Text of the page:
Big Brain theory

 

An interesting article on one of the more eccentric cosmological theories: Big Brain Theory: Have Cosmologists Lost Theirs?

The basic problem is that across the eons of time, the standard theories suggest, the universe can recur over and over again in an endless cycle of big bangs, but it’s hard for nature to make a whole universe. It’s much easier to make fragments of one, like planets, yourself maybe in a spacesuit or even — in the most absurd and troubling example — a naked brain floating in space. Nature tends to do what is easiest, from the standpoint of energy and probability. And so these fragments — in particular the brains — would appear far more frequently than real full-fledged universes, or than us. Or they might be us.

Stories reflect what is alive for us here now, and cosmological stories such as this one are no different.

They are a projection of a story happening here now, making the content of the story appear out there, in the world, as substantial and real.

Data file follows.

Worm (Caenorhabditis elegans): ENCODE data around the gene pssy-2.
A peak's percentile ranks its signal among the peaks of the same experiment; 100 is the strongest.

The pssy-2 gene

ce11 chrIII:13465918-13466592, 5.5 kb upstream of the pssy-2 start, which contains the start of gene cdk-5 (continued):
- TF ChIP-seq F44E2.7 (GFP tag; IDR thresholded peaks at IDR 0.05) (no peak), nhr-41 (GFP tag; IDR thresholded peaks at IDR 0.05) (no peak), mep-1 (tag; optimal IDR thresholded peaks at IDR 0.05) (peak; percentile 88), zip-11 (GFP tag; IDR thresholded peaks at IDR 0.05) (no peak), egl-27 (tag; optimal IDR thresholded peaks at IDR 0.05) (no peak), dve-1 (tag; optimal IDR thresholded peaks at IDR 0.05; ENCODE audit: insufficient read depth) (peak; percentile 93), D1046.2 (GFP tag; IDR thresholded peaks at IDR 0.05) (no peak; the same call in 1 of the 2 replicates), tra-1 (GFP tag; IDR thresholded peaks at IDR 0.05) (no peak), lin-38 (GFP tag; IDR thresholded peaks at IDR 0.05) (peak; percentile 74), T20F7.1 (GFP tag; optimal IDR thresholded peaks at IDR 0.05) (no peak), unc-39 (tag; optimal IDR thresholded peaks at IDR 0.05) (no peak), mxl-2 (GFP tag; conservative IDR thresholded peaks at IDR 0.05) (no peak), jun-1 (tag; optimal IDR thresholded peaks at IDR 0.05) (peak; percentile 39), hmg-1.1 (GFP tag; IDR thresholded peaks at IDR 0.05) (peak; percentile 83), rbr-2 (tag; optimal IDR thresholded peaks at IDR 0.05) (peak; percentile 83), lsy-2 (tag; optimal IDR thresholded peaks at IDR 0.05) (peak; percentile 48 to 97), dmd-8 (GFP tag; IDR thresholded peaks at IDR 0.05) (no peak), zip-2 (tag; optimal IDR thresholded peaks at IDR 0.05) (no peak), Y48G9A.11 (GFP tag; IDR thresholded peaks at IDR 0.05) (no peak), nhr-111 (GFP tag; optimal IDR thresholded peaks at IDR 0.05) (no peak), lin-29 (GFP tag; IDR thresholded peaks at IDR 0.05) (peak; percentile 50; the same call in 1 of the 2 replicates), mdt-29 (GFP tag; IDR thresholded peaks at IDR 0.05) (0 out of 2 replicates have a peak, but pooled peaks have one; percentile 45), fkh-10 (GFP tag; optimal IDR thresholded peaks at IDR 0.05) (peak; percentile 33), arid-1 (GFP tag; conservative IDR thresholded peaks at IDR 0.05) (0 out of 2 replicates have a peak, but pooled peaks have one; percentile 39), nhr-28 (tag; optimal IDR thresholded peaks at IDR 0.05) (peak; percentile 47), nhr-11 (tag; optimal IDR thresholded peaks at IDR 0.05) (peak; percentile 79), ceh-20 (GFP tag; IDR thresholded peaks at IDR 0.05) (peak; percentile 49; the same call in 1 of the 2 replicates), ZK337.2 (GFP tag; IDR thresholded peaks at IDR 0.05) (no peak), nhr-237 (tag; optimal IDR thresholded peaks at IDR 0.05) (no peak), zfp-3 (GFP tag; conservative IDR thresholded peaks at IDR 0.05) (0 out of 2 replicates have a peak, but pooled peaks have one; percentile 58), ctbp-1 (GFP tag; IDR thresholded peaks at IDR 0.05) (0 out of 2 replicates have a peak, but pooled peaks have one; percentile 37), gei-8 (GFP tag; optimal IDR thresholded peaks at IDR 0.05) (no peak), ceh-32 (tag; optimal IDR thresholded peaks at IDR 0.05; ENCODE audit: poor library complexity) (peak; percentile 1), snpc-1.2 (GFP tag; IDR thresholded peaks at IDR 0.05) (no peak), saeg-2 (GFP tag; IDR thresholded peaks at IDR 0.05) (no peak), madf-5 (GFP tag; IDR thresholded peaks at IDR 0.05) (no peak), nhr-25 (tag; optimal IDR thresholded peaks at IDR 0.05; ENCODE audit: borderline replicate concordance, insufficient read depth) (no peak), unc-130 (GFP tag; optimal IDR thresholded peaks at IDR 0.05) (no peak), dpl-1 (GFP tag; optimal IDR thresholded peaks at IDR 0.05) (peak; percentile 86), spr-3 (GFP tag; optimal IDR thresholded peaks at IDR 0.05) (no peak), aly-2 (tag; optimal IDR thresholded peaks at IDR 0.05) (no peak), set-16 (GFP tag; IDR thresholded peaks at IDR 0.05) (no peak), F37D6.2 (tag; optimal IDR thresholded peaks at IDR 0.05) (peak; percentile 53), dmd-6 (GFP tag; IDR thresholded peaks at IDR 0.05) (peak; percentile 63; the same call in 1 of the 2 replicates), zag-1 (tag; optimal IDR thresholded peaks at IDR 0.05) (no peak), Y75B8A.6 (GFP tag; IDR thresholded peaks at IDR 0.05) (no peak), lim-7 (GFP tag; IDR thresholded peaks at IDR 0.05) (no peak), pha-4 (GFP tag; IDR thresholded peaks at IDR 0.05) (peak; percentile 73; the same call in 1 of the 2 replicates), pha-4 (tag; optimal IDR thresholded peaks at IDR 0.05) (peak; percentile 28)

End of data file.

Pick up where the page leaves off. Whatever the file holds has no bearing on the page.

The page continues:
And they are (often? always?) a projection of something alive here now, outside of the story itself.

As I explored the sense fields today (visual, sound, taste, smell, sensation, thought) and how thoughts mimic the visual field, I realized that the Big Brain theory is a close reflection of how our visual imagination recreate the world.

If I close my eyes, I find that my visual imagination (thoughts) can create images of my body, of specific body parts, of my immediate surroundings, the room, the building, the town, the region, the country, the earth as a whole, and so on. And in each case, my imagination only creates the bare minimum. It creates fragments, which is all that is needed.

Say I have my eyes closed, or it is dark, and there is a sharp sensation. My visual imagination will then map this onto an image of the body, telling me that it must be my big toe that is hurt. Or there is a sound, and my visual imagination tells me it is a car passing on the street down the hill from the house. Or somebody talks about the moon, and I have a visual image of the moon.

In each case, the universe – as it is created in my imagination – happens in fragments, using as little energy as possible.

So whatever merits the Big Brain theory has, for instance in terms of generating new cosmological insights or models, it also mirrors what is going on here now. It mirrors how our visual imagination works.

This is maybe an obvious example of how our stories reflect what is alive here now, but the simplest examples are often the clearest and best ones, and invite us to explore it further on our own. How is this true for other cosmological stories, either from science or mythology? How is it true for any story?

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